I guess moving all British gold reserves to canada through the atlantic was no without risk. Was this Churchill's personal decission? it may indicate that, after all, the government saw a minor possibilty of a german invasion being succesful...
 
I guess moving all British gold reserves to canada through the atlantic was no without risk. Was this Churchill's personal decission? it may indicate that, after all, the government saw a minor possibilty of a german invasion being succesful...
It was the US effectively demanding they send them not the UK wanting to. US wanted to make sure they got paid if Britain threw the towel in.
 
One of the reasons the Brits overestimated the German capabilities was the fact that they assumed that the Germans were on a full war economy, thus they severely overestimated the production rate of German war material, especially planes. The Brits thought that the Nazi's were producing more planes and pilots than they were losing in the Battle of Britain, while the British had a severe lack of pilots. Thus, they believed that the Germans had a real shot at aerial supremacy, as they didn't have the right German production numbers. As for the tanks going to Egypt, consider this: the Suez Canal was the lifeline of the British Empire, and Churchill knew it. If it fell, the way to the Oil of the Middle East was open, and the war would be over.
 
I think also it must be mentioned that Soviet intensions were not well understood. I don't think further co-belligerant action was out of the picture. Imagine maybe a Soviet invasion of the Mid East or India. So you'd have the RN versus the Kriegsmarine, the Regia Marina and the Red Fleet. Add a menacing and Axis aligned Japan in the Pacific and I don't things look so certain for the Royal Navy.
 
Think about the people of the western US clutching their Winchesters and looking furtively at the Pacific after Pearl Harbor, and imagine their reaction if there'd been a real army only 20-odd miles away...
 

Coulsdon Eagle

Monthly Donor
Err...Germany was more mobilised for war than Britain was, and had been for years.
They were, but not even close to being on a full wartime economy setting, which the British had switched to very quickly post-Dunkirk. "If we can do it, they must be too, and they started earlier."
 
Err...Germany was more mobilised for war than Britain was, and had been for years.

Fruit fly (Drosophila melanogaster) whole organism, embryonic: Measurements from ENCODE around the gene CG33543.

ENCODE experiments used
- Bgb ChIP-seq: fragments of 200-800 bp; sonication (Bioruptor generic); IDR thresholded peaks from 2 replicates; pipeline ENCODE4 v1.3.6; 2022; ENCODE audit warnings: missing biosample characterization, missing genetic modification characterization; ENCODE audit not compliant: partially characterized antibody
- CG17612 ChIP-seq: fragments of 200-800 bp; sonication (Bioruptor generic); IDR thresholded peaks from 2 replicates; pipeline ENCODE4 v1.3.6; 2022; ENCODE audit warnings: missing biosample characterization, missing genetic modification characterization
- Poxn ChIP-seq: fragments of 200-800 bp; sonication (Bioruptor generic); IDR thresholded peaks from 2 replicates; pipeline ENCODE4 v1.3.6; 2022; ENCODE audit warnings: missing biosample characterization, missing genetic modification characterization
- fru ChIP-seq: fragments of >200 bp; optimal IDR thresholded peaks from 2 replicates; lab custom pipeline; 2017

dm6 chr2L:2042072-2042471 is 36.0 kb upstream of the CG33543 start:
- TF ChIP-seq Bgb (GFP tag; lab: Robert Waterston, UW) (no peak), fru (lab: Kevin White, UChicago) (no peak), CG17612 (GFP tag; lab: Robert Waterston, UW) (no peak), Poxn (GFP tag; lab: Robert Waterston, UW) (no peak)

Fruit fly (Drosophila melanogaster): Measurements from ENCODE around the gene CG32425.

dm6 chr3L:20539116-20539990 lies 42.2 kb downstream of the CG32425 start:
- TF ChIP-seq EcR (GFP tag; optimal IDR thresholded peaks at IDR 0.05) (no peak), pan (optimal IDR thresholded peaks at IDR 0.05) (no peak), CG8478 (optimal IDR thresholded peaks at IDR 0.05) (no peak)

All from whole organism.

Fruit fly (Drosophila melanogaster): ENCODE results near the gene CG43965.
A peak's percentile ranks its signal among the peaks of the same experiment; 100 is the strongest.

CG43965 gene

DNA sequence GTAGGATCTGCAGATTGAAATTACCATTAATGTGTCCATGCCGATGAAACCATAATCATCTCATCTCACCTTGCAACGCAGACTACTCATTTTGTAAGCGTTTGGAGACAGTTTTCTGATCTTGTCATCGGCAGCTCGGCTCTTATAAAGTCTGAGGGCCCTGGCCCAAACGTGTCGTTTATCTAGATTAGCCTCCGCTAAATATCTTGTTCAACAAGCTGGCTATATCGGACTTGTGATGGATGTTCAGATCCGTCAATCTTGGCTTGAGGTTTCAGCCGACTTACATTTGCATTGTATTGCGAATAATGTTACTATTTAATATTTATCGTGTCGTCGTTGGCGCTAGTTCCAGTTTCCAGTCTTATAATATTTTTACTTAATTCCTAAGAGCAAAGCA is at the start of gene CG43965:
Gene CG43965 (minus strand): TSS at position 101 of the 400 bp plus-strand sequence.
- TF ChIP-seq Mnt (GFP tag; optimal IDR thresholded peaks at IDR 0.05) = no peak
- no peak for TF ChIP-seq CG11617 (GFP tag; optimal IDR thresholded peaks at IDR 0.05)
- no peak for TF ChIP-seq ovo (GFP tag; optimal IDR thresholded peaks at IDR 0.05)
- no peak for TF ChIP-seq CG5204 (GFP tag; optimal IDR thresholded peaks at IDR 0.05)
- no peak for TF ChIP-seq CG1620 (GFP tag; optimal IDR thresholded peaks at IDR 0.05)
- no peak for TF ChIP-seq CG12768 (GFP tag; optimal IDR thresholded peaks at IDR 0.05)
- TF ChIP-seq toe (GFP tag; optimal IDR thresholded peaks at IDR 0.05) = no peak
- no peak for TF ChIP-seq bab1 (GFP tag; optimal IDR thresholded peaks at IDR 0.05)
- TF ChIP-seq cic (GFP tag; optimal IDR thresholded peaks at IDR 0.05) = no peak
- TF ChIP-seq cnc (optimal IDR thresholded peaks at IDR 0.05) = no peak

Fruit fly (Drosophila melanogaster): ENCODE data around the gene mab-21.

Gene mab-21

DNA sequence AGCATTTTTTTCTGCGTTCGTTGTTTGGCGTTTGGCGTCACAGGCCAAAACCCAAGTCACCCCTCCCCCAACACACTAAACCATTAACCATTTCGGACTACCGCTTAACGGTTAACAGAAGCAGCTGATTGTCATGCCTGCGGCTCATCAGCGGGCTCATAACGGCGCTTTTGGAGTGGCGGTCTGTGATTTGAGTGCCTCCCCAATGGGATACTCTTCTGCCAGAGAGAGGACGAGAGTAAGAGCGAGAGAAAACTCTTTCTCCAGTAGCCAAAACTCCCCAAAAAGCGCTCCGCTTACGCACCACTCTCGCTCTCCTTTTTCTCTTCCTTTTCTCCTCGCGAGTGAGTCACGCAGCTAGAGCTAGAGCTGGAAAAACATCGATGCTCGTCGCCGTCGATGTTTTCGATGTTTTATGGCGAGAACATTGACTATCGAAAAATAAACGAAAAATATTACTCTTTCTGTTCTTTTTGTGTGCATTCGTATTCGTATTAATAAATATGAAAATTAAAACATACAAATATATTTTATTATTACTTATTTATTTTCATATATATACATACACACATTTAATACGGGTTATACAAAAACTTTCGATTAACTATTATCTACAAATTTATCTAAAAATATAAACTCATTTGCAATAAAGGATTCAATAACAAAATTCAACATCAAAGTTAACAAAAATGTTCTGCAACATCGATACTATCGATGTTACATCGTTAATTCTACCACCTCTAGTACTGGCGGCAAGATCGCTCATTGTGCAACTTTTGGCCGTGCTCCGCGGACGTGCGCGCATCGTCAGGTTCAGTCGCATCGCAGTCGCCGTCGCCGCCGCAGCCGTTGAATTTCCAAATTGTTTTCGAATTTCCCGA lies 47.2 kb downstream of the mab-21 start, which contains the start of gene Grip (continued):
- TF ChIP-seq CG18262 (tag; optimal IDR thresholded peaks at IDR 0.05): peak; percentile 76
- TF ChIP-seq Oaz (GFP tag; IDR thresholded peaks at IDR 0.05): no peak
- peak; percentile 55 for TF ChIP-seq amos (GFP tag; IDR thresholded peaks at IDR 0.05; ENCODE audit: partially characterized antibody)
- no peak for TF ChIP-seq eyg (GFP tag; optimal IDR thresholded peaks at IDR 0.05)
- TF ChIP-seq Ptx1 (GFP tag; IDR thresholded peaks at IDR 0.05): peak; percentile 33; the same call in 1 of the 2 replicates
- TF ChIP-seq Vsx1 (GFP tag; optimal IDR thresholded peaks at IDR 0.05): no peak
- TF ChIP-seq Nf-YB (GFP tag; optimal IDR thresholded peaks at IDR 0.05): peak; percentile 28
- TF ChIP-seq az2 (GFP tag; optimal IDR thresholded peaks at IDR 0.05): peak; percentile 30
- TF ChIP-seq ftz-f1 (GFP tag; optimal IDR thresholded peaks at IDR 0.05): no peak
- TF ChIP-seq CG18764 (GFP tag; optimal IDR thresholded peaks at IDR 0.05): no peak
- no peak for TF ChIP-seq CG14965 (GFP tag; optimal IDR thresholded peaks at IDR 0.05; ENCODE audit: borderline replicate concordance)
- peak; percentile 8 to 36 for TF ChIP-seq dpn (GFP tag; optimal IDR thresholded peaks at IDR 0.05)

Yes and No.

Germany had stolen a march on Britain and France by rearming before they started. But its output was constrained by capacity in key arms related industries and shortages of raw materials and fuels. Hence the UK had overtaken it in arms production by 1940.

A massive investment programme starting in 1939 plus the looting of western Europe allowed Germany to expand output up to 1944, along with reductions in consumer products.

Then again, the UK did the same, helped by Lend Lease, to probably stay ahead in military output.
 
Yes and No.

Germany had stolen a march on Britain and France by rearming before they started. But its output was constrained by capacity in key arms related industries and shortages of raw materials and fuels. Hence the UK had overtaken it in arms production by 1940.

A massive investment programme starting in 1939 plus the looting of western Europe allowed Germany to expand output up to 1944, along with reductions in consumer products.

Then again, the UK did the same, helped by Lend Lease, to probably stay ahead in military output.
that's it, they expanded capacity in capital goods, thus production of weapons was somehow lackuster in 1940-43. they were somehow planing for a long term war with the uk and the us, giving the defeat of russia as done with what was available in 1941.
by the way this capacity expansion explains partly the quick reconstruction of west germany and the good performance of this economy in the 50's.
 
that's it, they expanded capacity in capital goods, thus production of weapons was somehow lackuster in 1940-43. they were somehow planing for a long term war with the uk and the us, giving the defeat of russia as done with what was available in 1941.
by the way this capacity expansion explains partly the quick reconstruction of west germany and the good performance of this economy in the 50's.
What constrained German production in 1940-42 was the constraints on inputs, raw materials and labour. Without the capital investments made in 1939 and before German production couldn't have held up as well as it did from 1943 onwards. The synthetic fuel plants, synthetic rubber, new capacity for producing aircraft and armoured vehicles were all essential to the expansion of production in 1943, combined with slave labour and the wholsesale looting of the conquered territory. There were some efficiency gains to be sure, thought that had more to do with factories becoming more experienced in producing particular models of weapon\vehicles than any 'armaments miracle' claimed by Speer's mythos.